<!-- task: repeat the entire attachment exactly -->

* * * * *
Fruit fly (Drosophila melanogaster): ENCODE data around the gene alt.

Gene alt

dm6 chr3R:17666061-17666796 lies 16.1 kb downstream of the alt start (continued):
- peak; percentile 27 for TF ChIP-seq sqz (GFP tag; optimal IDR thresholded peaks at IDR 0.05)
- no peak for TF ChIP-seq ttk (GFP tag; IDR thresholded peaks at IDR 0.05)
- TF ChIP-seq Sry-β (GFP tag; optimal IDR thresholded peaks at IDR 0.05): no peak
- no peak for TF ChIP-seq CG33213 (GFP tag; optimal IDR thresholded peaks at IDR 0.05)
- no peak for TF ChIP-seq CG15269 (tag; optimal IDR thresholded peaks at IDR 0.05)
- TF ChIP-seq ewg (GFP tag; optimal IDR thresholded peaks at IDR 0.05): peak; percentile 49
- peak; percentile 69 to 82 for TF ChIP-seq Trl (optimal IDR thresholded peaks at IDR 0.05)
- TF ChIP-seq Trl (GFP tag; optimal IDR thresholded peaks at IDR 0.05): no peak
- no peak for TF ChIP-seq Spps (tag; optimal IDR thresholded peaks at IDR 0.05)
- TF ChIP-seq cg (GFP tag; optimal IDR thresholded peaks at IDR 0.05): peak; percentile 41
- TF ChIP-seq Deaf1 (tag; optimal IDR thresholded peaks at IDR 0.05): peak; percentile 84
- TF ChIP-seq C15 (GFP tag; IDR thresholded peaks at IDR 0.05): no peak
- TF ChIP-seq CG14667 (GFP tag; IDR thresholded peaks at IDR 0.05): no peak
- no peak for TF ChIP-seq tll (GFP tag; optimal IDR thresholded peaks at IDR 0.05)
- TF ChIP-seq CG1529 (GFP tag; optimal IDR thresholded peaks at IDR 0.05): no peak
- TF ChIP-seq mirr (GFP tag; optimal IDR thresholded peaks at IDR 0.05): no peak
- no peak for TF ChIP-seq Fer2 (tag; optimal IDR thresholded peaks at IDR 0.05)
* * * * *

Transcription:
Fruit fly (Drosophila melanogaster): ENCODE data around the gene alt.

Gene alt

dm6 chr3R:17666061-17666796 lies 16.1 kb downstream of the alt start (continued):
- peak; percentile 27 for TF ChIP-seq sqz (GFP tag; optimal IDR thresholded peaks at IDR 0.05)
- no peak for TF ChIP-seq ttk (GFP tag; IDR thresholded peaks at IDR 0.05)
- TF ChIP-seq Sry-β (GFP tag; optimal IDR thresholded peaks at IDR 0.05): no peak
- no peak for TF ChIP-seq CG33213 (GFP tag; optimal IDR thresholded peaks at IDR 0.05)
- no peak for TF ChIP-seq CG15269 (tag; optimal IDR thresholded peaks at IDR 0.05)
- TF ChIP-seq ewg (GFP tag; optimal IDR thresholded peaks at IDR 0.05): peak; percentile 49
- peak; percentile 69 to 82 for TF ChIP-seq Trl (optimal IDR thresholded peaks at IDR 0.05)
- TF ChIP-seq Trl (GFP tag; optimal IDR thresholded peaks at IDR 0.05): no peak
- no peak for TF ChIP-seq Spps (tag; optimal IDR thresholded peaks at IDR 0.05)
- TF ChIP-seq cg (GFP tag; optimal IDR thresholded peaks at IDR 0.05): peak; percentile 41
- TF ChIP-seq Deaf1 (tag; optimal IDR thresholded peaks at IDR 0.05): peak; percentile 84
- TF ChIP-seq C15 (GFP tag; IDR thresholded peaks at IDR 0.05): no peak
- TF ChIP-seq CG14667 (GFP tag; IDR thresholded peaks at IDR 0.05): no peak
- no peak for TF ChIP-seq tll (GFP tag; optimal IDR thresholded peaks at IDR 0.05)
- TF ChIP-seq CG1529 (GFP tag; optimal IDR thresholded peaks at IDR 0.05): no peak
- TF ChIP-seq mirr (GFP tag; optimal IDR thresholded peaks at IDR 0.05): no peak
- no peak for TF ChIP-seq Fer2 (tag; optimal IDR thresholded peaks at IDR 0.05)